The moment when you finally meet someone you know only by way of the Internet can be, well, awkward. In some cases, that meeting is disastrous, because the real-life relationship pales in comparison to the Internet friendship. Other times, however, the in-person encounter strengthens the hunch that said person could actually be someone you have things in common with, beyond the laptop. As I hopped out of a cab and walked into Los Angeles's Paper or Plastik Cafe on a hot afternoon in August, I wondered which I was headed for.
Having spent over a year watching the YouTube phenomenon The Misadventures of Awkward Black Girl, created, written, directed, produced, and starring 27-year-old Issa Rae as the lovably awkward "J," and then exchanging e-mails for the past few months, I was banking on the fact that this young woman whose on-camera character and off-camera persona I connected with would ultimately be someone who, in real life, I connected with. Upon walking in and being put at ease by her similarly unprofessional attire and relaxed nature, it immediately felt as if we were about to have a conversation, instead of me conducting an interview. It was like we were new old friends. Or old new friends? Either way, it was good.
Today Forbes unleashed its list of the highest-paid celebrities. The most recent list, which charts cash monies acquired between May 2011 and May 2012, is an amazing list, mainly because it's full of surprises. I CAN'T WAIT TO TELL YOU WHAT THEY ARE.
Well, this is certainly an odd pairing: Alex Cross — an adaptation of yet another James Patterson paperback smash hit, this one about a psychologist/cop facing off against a dastardly serial killer — features not one but two familiar faces playing against type. In this corner we have Tyler Perry, in a rare sighting outside the Tyler Perry Presents universe. He's the quiet, loyal, uber-competent family man Alex Cross (it's the same guy Morgan Freeman played in Along Came a Spider), which would be a familiar role from Perry's more dramatic in-house fare, most recently February's Good Deeds — if it wasn't for the fact that Perry also has to jump in the air while shooting a gun, and run around sweaty yelling out orders at confused subordinates, and ominously whisper bonkers preposterous stuff like "I will meet his soul at the gates of hell before I let him take a person that I love."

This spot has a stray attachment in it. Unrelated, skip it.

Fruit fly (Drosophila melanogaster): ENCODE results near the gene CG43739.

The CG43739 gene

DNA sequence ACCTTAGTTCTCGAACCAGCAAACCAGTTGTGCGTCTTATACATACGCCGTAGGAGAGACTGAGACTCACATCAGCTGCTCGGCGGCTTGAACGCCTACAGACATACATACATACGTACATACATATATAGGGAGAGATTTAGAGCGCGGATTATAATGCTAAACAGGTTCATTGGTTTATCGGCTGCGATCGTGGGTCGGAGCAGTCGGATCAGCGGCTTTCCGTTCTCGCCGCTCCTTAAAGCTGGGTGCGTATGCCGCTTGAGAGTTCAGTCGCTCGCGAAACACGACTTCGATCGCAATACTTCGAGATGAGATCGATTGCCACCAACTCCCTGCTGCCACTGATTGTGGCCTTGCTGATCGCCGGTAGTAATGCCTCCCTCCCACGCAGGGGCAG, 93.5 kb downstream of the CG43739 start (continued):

While I haven't seen Bret Ratner's movie about a group of small-time crooks and hotel employees planning a major heist (and have no particular plans to), the idiotic Tower Heist theme song gets stuck in my head a minimum of once a day. It's a tower heist!
Perhaps it’s a bit of a lowest-common-denominator hack move for me to joke that the 99% of Tyler Perry's fans have decided to Occupy his blog in protest of casting Kim Kardashian in his new film “The Marriage Counselor”. I prefer to call it an homage. Alas, the perfectly ironic frosting on what figures to be another cinematic shit sandwich is not as sweet as we’d hoped since the recent divorcée is not slated to play the title role.
Eric Bana will star as Elvis Presley in Elvis & Nixon, which revolves around Presley’s 1970 visit to the White House. The meeting was initiated by Elvis, who wrote a letter asking to be made a "Federal Agent-at-Large" in the Bureau of Narcotics and Dangerous Drugs, and later gifted the Prez with a Colt 45. Danny Huston is in talks for Nixon, and Cary Elwes will be making his directorial debut. Anyway, this is as good a time as any to remind you that if any of us get laid tonight, it’s because of Eric Bana in Munich. Grade: B+ [HR]
Kiefer Sutherland will make a dramatic return to television with Touch, which was just given a 13-episode order from Fox. Created by Heroes’ Tim Kring, it stars Sutherland as the father of a mute 11 year old who communicates through numbers. Along with his social worker pal Gugu Mbatha-Raw and gifted-children expert Danny Glover, Kiefer attempts to figure out the meaning of his son’s coded messages. Presumably, those messages are more insightful than your standard 11-year old’s “I want Burger King”? Grade: B+ [HR]
Alex Proyas’s adaptation of Milton’s Paradise Lost is adding a few names: Casey Affleck, who’ll star as Gabriel, the six-winged angel who teams up with the angel Michael (Ben Walker) to fight Lucifer (Bradley Cooper); and Camilla Belle, who’ll star as Eve, of Adam and Eve fame. Hopefully this movie is a massive success, if only to see easily swayed Hollywood execs attempt other poetry adaptations. Grade: B+ [HR, Deadline]
Exciting news for fans of folksy Christianity and cross-dressing! The New York Times is reporting that Tyler Perry, the niche-y, wildly successful creator of hardened felon Madea, is in talks with his long-time studio home Lionsgate to create his own television network. The working title? TylerTV, of course. And while the fledgling net will no doubt arrive preloaded with Perry’s films, sitcoms, stage-plays, and catchphrases, we’re hopeful that it will soon diversify its programming — and perhaps even snatch some preexisting programs from other, more cash-poor networks. For example, couldn’t Walter White — who has already definitively established his ability to do bad all by himself — use some tough, gender-bending love? Your move, AMC!